#13 penrivers

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Posted 19 February 2012 - 20:52

84 Charing Cross Road

Sad to think they never meet each other.I Had the fortune to be in London in 98 but havent read the book at that time, so I didnt visit the book store. I saw the film, good.

#14 MrsWeetag

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Posted 20 February 2012 - 02:37

It's been a long time since I read it but The Color Purple would qualify. I remember being very moved by the story. Another one that was also made into a movie but I haven't read is Dangerous Liaisons. Probably my favorite though would be Harry Potter stories where mail was always so interestingly introduced. Loved the scene with the acceptance letters continuously coming into the house despite his uncle's efforts. Or the howler messages from Mrs. Weasley. :roflmho:

The act of putting pen to paper encourages pause for thought, this in turn makes us think more deeply about life, which helps us regain our equilibrium. Norbet Platt

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#15 inkspot

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Posted 21 February 2012 - 20:09

It's been a long time since I read it but The Color Purple would qualify. I remember being very moved by the story. Another one that was also made into a movie but I haven't read is Dangerous Liaisons. Probably my favorite though would be Harry Potter stories where mail was always so interestingly introduced. Loved the scene with the acceptance letters continuously coming into the house despite his uncle's efforts. Or the howler messages from Mrs. Weasley. :roflmho:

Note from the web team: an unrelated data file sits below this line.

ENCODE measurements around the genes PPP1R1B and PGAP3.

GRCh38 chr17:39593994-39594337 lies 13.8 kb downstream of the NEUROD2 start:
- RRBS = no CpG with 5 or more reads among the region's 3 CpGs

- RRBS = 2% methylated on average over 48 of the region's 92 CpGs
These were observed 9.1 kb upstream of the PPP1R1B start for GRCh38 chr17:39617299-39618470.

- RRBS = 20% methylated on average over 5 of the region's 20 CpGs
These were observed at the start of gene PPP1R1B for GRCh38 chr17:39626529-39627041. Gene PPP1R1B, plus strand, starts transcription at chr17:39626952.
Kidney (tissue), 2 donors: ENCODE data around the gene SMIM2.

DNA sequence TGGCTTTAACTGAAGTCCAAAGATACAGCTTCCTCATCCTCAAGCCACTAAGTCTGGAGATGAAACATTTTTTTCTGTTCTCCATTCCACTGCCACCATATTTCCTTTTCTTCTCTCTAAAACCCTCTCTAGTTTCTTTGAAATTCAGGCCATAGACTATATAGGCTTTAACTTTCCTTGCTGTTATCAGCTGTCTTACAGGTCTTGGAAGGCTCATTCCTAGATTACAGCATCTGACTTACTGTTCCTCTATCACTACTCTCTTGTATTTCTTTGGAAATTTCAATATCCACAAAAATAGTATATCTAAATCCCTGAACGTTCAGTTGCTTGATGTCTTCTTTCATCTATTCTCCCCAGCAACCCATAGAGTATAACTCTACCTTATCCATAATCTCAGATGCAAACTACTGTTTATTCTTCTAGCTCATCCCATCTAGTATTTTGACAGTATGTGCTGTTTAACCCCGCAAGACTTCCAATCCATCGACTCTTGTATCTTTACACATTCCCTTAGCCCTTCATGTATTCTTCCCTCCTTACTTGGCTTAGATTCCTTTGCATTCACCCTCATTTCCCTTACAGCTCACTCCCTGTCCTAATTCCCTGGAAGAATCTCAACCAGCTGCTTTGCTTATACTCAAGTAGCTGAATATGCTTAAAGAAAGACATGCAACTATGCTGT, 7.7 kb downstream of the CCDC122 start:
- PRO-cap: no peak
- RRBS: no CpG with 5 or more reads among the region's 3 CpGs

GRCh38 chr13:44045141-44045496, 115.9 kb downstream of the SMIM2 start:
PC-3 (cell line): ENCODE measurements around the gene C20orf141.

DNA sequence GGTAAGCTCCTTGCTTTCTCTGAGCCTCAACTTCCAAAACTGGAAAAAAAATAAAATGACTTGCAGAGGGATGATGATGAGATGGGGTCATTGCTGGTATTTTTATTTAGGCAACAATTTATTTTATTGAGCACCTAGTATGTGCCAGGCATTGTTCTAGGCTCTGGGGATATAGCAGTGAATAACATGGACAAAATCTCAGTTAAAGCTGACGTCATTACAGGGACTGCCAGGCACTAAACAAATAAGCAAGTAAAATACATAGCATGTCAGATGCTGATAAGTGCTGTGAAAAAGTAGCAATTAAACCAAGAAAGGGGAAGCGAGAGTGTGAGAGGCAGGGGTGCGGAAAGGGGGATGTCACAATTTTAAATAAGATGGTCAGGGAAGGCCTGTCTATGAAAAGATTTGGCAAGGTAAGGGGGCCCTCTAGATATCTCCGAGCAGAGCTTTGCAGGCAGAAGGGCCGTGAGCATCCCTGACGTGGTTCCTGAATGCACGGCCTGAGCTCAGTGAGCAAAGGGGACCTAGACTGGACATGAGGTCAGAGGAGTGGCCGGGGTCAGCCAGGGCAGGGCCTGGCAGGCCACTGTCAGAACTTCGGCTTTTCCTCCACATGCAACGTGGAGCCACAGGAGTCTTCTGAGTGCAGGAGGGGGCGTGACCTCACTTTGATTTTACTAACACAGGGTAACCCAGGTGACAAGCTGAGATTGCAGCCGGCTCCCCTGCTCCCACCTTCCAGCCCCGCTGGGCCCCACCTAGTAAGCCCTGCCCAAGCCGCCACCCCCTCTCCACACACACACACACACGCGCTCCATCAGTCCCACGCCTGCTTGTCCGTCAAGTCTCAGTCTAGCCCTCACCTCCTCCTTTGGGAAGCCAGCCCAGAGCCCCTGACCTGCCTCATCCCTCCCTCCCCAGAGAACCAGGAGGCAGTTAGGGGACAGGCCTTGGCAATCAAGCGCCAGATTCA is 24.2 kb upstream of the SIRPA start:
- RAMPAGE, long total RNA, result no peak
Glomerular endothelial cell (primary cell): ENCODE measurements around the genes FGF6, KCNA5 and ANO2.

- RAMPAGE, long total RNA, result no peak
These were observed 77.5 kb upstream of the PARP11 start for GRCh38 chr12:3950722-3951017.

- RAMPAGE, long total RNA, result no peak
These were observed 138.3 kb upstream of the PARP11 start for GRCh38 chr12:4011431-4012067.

Nice!

A bit of a departure from literature in the traditional sense, I've been noticing a variety of songs with references to letters:

  • Mark Knopfler - Praire Wedding
  • The Marvelettes - Please Mr. Postman
  • Eva Cassidy - The Letter
  • Gordon Lightfoot - Song For A Winter's Night
  • Diana Krall - Love Letters


#16 Blade Runner

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Posted 25 February 2012 - 04:09

Nick Bantock's Griffin and Sabine books

#17 Lalique

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Posted 25 February 2012 - 06:57

To this thread, "Letters in Literature", I submit Jean-Jacque Rousseau's 1761 epistolary novel, "Julie, or the New Heloise: Letters of Two Lovers Who Live in a Small Town at the Foot of the Alps". In Rousseau's "Julie, or the New Heloise", the ethics of individual autonomy and authenticity as essential human constructs of morality as they relate to broader social moral values are explored. Philosophically Rousseau values the ethics of authenticity over rational morality. Rousseau argues that imposition of society's moral values on personal behavior must be in accord with one's "secret principles", or consistent with one's personal identity, thematically arguing that assumption of moral values lacking autonomous authenticity leads to self destruction and, by implication, dangerous socio-political tensions and distress. The story being intentionally set as it is by Rousseau in the Medieval period of human history, Rousseau, as one of the intellectuals in the cultural movement of the 18TH century, speaks through "Julie, or the New Heloise" to motivate the power of reason for the reformation of society by the advancement of new ways of thinking about societal ethics and values in the Age of Enlightenment, the Age of Reason through historical period contrasts in human consciousness and awareness represented in his book between the Medieval era and the Renaissance for a more enlightened and reasoned, more autonomous and authentic posterity.